Wind Perfection was originally built as Olau Britannia and shared sailings with sistership Olau Hollandia for a UK-Dutch route between Sheerness-Vlissingen operated by Olau Line.

The sisters were replaced by newer vessels on the North Sea route in the late 1980's and sold to various owners during the years. Before Julia made her Celtic Sea debut, she last ran under the same name for Stella Line on the St. Petersberg-Helsinki route.

Incidentally her sister Norlandia (1981/21,473grt) operates also from the Finnish capital to Tallinn for Eckero Line. Likewise she too is due to undergo changes as she is to be replaced later this year as a second-hand ferry from Mediterranean owners was sold to the Baltic Sea operator.

Published in Ferry

#FERRY NEWS – The former Fastnet Line ferry Julia (1981 / 22,161grt) is to embark on a new life as a floating dormitory for workers building and servicing offshore wind turbines in the North Sea, according to The Examiner.

The rather ignominious end for the ferry once billed as one of the jewels in Cork tourism industry, marks the final chapter in the short and troubled life of Fastnet Line, which was set up by West Cork Tourism Co-operative.

At over 30 years-old the ship, which had capacity for 1,860 passengers, made its maiden voyage on the Cork-Swansea route in March 2010. She was bedevilled by mechanical problems in the first few days of operation, and in late 2011 the Celtic Sea service was withdrawn due to higher-than-expected fuel prices.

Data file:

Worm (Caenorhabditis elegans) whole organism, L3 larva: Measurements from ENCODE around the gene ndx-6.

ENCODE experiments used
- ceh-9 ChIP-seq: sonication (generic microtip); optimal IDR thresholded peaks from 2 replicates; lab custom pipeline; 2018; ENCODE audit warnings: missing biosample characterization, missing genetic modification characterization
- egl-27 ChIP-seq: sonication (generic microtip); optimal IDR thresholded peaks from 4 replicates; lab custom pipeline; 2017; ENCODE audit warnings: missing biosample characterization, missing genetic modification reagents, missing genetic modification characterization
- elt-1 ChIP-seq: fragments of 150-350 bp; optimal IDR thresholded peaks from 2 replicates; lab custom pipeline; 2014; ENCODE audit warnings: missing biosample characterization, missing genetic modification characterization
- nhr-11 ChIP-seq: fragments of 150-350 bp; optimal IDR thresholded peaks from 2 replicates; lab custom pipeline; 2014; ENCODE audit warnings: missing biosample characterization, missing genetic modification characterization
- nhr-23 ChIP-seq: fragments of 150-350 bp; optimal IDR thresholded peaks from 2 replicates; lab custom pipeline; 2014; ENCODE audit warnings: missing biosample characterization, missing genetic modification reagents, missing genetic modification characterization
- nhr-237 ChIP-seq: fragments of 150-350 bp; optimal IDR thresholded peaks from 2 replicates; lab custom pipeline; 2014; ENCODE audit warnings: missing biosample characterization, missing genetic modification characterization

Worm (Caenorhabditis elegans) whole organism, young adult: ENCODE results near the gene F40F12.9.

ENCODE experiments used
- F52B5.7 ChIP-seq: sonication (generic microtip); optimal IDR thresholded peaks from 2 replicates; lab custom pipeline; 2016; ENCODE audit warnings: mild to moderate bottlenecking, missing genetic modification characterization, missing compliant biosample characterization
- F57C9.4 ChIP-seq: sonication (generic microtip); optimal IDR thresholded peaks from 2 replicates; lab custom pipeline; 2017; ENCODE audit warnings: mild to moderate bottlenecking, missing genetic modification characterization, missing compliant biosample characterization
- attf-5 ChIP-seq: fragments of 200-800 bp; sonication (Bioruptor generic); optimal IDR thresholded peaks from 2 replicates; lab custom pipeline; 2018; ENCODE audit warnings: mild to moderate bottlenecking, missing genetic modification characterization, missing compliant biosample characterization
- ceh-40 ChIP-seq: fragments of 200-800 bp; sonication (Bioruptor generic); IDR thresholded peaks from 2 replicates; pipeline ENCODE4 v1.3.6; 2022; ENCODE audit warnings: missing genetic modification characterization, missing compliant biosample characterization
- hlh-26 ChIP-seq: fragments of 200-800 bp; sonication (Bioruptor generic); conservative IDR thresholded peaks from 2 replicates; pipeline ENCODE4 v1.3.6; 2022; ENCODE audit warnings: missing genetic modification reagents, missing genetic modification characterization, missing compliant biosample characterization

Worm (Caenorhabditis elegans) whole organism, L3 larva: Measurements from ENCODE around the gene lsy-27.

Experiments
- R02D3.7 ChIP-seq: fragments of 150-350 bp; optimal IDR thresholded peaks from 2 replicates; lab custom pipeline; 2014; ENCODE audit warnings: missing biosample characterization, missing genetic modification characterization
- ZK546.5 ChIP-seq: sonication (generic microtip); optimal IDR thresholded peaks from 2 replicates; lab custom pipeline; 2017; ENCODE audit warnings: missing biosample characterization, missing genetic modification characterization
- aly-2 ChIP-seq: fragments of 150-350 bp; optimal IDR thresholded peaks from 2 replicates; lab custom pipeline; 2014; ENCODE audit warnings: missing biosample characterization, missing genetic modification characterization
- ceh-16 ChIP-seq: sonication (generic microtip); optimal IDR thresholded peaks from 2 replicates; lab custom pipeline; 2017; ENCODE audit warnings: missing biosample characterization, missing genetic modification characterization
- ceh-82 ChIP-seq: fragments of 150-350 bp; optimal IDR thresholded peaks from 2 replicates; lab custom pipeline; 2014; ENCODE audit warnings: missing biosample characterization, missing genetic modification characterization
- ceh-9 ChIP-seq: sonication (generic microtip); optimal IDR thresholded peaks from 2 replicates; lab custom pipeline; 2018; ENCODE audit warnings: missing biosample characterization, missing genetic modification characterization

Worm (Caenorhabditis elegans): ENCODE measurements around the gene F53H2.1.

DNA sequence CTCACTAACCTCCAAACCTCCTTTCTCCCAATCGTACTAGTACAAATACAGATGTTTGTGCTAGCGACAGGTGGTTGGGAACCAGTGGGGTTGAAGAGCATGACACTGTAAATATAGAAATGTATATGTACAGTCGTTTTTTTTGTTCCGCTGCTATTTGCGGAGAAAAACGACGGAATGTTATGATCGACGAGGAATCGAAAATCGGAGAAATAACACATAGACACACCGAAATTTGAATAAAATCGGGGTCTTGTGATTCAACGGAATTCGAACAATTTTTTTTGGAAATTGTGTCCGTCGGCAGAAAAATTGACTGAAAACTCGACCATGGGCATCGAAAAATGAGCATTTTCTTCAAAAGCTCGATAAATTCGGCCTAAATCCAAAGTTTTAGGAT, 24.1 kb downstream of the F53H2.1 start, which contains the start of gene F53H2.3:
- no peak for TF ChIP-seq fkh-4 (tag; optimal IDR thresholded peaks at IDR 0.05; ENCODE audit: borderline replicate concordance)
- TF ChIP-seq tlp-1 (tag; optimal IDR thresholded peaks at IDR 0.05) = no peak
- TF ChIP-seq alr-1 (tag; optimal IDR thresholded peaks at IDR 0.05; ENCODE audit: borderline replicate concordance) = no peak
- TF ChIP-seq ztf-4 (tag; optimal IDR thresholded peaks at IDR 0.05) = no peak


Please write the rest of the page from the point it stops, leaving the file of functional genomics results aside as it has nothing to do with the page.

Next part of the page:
It had been hoped to restart the route this year, but Fastnet Line went into receivership last month. The vessel had been sold, reportedly for €5m, to C-BED, a Dutch-based company which are to rename her Wind Perfection.

For more on this story about the short-lived ferry operation click HERE.

Published in Ferry

#PORTS & SHIPPING NEWS – The Irish Maritime Development Office (IMDO) have welcomed a newly founded ship-management company, Barry Shipping, which started operations in Cork at the end of last year.

The company headed by Corkonian Owen Barry,  provides ship management, crew management, project management, training and a range of other services for the maritime industry.

Glenn Murphy, director of the IMDO said "We wish Barry Shipping well with their new venture and look forward to providing them with further strategic and network support to assist them during their continued development".

Commenting on their future strategy Barry said, "The company's aim is to provide clients with creative and profitable solutions to meet and overcome some of the unique challenges in the current climate".

Barry graduated from Cork Institute of Technology (CIT) in 1996 and started his career with BP Shipping as an Engineering Cadet. This was followed by working with leading passenger operators Irish Ferries, P&O Cruises and Dobson Fleet Management where he served as Chief Engineer and Technical Superintendent. In 2009 he returned to Cork to run operations for Fastnet Line.

For more information about the new company, visit www.barryshipping.com